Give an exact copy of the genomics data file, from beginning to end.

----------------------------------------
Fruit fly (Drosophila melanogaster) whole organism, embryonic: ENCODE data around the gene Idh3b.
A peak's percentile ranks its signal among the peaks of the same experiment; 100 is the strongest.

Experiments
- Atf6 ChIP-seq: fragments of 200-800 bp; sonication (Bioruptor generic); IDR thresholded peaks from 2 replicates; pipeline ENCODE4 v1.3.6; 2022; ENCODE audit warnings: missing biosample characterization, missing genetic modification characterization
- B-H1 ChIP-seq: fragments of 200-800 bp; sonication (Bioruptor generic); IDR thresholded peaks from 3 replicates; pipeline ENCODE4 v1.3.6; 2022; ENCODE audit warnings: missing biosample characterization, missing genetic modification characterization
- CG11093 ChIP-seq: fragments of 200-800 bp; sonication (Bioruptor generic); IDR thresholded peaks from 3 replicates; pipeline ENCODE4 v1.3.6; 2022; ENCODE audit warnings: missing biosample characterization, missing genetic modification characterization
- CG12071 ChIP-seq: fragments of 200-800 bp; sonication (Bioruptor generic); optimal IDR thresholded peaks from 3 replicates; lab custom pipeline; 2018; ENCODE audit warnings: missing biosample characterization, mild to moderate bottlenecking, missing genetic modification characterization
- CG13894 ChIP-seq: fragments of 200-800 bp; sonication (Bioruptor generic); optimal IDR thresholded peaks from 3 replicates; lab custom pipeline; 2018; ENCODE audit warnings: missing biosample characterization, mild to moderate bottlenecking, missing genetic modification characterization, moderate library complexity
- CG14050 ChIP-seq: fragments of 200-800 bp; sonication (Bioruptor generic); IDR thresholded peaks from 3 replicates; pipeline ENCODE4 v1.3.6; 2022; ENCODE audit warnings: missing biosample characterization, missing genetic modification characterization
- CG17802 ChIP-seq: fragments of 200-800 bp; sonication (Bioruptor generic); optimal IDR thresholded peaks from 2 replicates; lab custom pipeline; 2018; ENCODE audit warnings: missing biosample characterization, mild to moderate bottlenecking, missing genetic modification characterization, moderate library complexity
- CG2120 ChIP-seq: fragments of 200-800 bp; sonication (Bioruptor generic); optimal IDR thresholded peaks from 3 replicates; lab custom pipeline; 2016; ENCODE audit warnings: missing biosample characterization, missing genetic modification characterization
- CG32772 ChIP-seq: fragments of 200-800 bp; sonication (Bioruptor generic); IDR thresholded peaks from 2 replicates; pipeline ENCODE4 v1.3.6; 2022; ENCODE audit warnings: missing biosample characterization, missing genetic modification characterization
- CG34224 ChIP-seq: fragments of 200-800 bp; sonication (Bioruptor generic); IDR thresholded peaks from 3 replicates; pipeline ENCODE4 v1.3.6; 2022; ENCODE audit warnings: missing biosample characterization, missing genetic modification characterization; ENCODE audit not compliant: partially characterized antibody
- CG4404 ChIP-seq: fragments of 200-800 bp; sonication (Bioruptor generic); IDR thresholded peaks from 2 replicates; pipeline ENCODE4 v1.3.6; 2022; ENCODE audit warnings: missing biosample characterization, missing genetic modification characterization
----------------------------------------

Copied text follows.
Fruit fly (Drosophila melanogaster) whole organism, embryonic: ENCODE data around the gene Idh3b.
A peak's percentile ranks its signal among the peaks of the same experiment; 100 is the strongest.

Experiments
- Atf6 ChIP-seq: fragments of 200-800 bp; sonication (Bioruptor generic); IDR thresholded peaks from 2 replicates; pipeline ENCODE4 v1.3.6; 2022; ENCODE audit warnings: missing biosample characterization, missing genetic modification characterization
- B-H1 ChIP-seq: fragments of 200-800 bp; sonication (Bioruptor generic); IDR thresholded peaks from 3 replicates; pipeline ENCODE4 v1.3.6; 2022; ENCODE audit warnings: missing biosample characterization, missing genetic modification characterization
- CG11093 ChIP-seq: fragments of 200-800 bp; sonication (Bioruptor generic); IDR thresholded peaks from 3 replicates; pipeline ENCODE4 v1.3.6; 2022; ENCODE audit warnings: missing biosample characterization, missing genetic modification characterization
- CG12071 ChIP-seq: fragments of 200-800 bp; sonication (Bioruptor generic); optimal IDR thresholded peaks from 3 replicates; lab custom pipeline; 2018; ENCODE audit warnings: missing biosample characterization, mild to moderate bottlenecking, missing genetic modification characterization
- CG13894 ChIP-seq: fragments of 200-800 bp; sonication (Bioruptor generic); optimal IDR thresholded peaks from 3 replicates; lab custom pipeline; 2018; ENCODE audit warnings: missing biosample characterization, mild to moderate bottlenecking, missing genetic modification characterization, moderate library complexity
- CG14050 ChIP-seq: fragments of 200-800 bp; sonication (Bioruptor generic); IDR thresholded peaks from 3 replicates; pipeline ENCODE4 v1.3.6; 2022; ENCODE audit warnings: missing biosample characterization, missing genetic modification characterization
- CG17802 ChIP-seq: fragments of 200-800 bp; sonication (Bioruptor generic); optimal IDR thresholded peaks from 2 replicates; lab custom pipeline; 2018; ENCODE audit warnings: missing biosample characterization, mild to moderate bottlenecking, missing genetic modification characterization, moderate library complexity
- CG2120 ChIP-seq: fragments of 200-800 bp; sonication (Bioruptor generic); optimal IDR thresholded peaks from 3 replicates; lab custom pipeline; 2016; ENCODE audit warnings: missing biosample characterization, missing genetic modification characterization
- CG32772 ChIP-seq: fragments of 200-800 bp; sonication (Bioruptor generic); IDR thresholded peaks from 2 replicates; pipeline ENCODE4 v1.3.6; 2022; ENCODE audit warnings: missing biosample characterization, missing genetic modification characterization
- CG34224 ChIP-seq: fragments of 200-800 bp; sonication (Bioruptor generic); IDR thresholded peaks from 3 replicates; pipeline ENCODE4 v1.3.6; 2022; ENCODE audit warnings: missing biosample characterization, missing genetic modification characterization; ENCODE audit not compliant: partially characterized antibody
- CG4404 ChIP-seq: fragments of 200-800 bp; sonication (Bioruptor generic); IDR thresholded peaks from 2 replicates; pipeline ENCODE4 v1.3.6; 2022; ENCODE audit warnings: missing biosample characterization, missing genetic modification characterization